Purchasing online coffee beans, just like purchasing in your local supermarket is pretty straightforward. However, you may come across a couple terms that you do not understand. 5 years ago the majority of the human race treated coffee as coffee! These days more and more of us are after great coffee. You don’t always need to go to a coffee shop and have a barista make you a good cup, it can be done in your own home. This is my first article I will be doing in a series caled ‘Onlne Coffee Beans’. The aim of this series will be to explain the basics of coffee under the following points:
- What is the difference between single origin, blends and flavoured coffee beans?
- Light, medium and dark roast – Is the one not just more burnt than the other?
- Purchasing coffee beans vs coffee grounds
- Fine vs Coarse coffee grounds – Does it make a difference?
Single Origin vs Blend vs Flavoured Coffee Beans
I firmly remember ordering my first bottomless coffee at a popular South African coffee shop franchise. When placing the order I was asked by the waiter whether I would like to have the local house blend or one of the single origins first. When I enquired what the difference was, the response I received was that the single origins came from Kenya and Uganda(could have been different countires); and the house blend was a blend that the shop had chosen.
For many years after this occasion, I used what I had leant that day when ordering coffee. My understanding was the single origin coffee beans came from a certain country and house blends were a selection of beans chosen by the coffee shop.
Through frequenting coffee shops, I picked up that beans from different places had different underlying flavours, but that these beans were’nt flavoured coffee beans. Confused!
Let’s dig deeper…..
What is Single Origin Coffee Beans?
Single Origin is a term used to describe coffee beans that come from the same area. These beans are generally grown on trees at a single farm, but can also be from a group of farms in a limited geographical area. In the above example I mentioned a single origing coffee bean from Kenya.
My understanding was that the beans came from Kenya, meaning it could have been a mix of beans that were grown in Kenya. My understanding of single origin was incorrect – yes the coffee beans were from Kenya, but they would have been from a specific area(town/province) in Kenya. The same can be said for any other single origin coffee bean from any other county. Popular single origin coffee beans are: Kenya, Ethiopi, Guatemala, Brazil and Columbia. The main reason for single origin is to bring out the flavours synonymous with certain areas.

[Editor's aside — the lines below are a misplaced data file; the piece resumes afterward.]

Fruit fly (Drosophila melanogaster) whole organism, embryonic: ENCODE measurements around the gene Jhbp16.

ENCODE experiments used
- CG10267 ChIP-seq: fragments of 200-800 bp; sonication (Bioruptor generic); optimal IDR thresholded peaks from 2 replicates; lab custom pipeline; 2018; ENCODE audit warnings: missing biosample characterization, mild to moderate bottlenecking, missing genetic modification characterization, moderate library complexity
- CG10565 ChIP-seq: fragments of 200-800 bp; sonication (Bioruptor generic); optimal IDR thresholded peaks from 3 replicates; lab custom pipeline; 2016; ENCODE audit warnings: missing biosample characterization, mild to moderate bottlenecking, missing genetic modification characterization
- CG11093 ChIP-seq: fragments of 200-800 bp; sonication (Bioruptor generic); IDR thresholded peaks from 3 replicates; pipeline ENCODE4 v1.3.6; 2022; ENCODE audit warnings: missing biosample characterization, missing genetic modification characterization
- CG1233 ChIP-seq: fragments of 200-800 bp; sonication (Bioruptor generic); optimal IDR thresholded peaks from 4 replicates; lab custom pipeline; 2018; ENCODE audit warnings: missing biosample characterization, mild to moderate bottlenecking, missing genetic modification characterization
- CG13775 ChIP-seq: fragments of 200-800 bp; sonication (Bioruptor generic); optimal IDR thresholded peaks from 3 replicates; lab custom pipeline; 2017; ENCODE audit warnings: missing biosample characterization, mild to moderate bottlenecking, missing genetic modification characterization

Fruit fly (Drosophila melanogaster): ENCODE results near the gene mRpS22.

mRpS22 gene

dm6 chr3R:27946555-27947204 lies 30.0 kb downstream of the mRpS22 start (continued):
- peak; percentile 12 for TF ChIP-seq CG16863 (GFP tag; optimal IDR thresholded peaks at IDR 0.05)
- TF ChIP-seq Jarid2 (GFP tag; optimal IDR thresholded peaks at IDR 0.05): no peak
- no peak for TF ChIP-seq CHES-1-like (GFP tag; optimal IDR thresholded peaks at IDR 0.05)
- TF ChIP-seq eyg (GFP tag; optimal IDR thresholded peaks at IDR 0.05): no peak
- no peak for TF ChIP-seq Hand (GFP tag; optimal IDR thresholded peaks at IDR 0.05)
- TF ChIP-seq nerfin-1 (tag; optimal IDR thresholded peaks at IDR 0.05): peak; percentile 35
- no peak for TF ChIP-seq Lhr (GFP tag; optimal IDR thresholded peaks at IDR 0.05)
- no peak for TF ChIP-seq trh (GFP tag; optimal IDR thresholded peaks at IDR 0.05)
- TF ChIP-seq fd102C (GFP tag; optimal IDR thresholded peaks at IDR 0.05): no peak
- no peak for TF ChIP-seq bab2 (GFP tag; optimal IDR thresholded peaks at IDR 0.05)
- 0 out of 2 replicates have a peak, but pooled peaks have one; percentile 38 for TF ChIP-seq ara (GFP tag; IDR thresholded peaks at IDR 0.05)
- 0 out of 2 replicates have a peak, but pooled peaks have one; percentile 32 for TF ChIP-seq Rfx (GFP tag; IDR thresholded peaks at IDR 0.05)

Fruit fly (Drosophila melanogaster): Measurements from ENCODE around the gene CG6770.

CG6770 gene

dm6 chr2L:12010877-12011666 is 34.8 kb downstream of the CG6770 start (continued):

What is a Blend of Coffee Beans?
In essence, a coffee blend is just that. It is a mix off coffee beans from different origins that is enjoyed as a single brew. On the whole, blending coffee beans is usully done by commercial roasters as a means to reduce costs and sell their coffee beans at a lower price. Roasters combine lower grade coffee beans with higher grade origin coffee beans.
Cost isn’t always a factor when roaster chose to ake blends. Each origin has its own unique flavour. Roasters create thier own signature blends by combining origins with unique flavours that compliment each other.The quality of the blends can be exceptional at times, sometimes outdoing single origins beans! It also allows coffee consumers to get the cup of coffee the desire. If you enjoy the caramel and nutty flavours associated with Columbian coffee beans but you also enjoy a cup of Ethipian coffee and the fruity & Foral flavours it ontains; you may really enjoy a blend of these 2 where all these flavours come together in a ful bodied cup of coffee.
What is ‘Flavored’ Coffee Beans?
Flavoured coffee beans have had a substance that is ‘non-coffee’ added to it. This generally is a syryp that coats the beans after they have been roasted. The most common flavours are vanilla, hazelnut and almond. Most time, lower quality beans are used for flavours as the flavours hide all the floors in the coffee beans. This isn’t my favourite cup of coffee, but hey that is just me….
So which one do I chose?
That is totally up to you, but I would not recommend you making a choice based on what you read on the internet. They only way to know what you like is to experiment. What I find is that I like all types of coffees, but I prefer some more than others. I have yet to but a bag of beans that I have had to throw away because I did not like it, so I buy my coffee without the fear of wasting my hard earned money. I know what I like through trying. You may find that on a whole you enjoy single origin coffee beans, but your ultimate favourite may be a certain blend. As long as you are not buying instant coffee, you are on the right track!!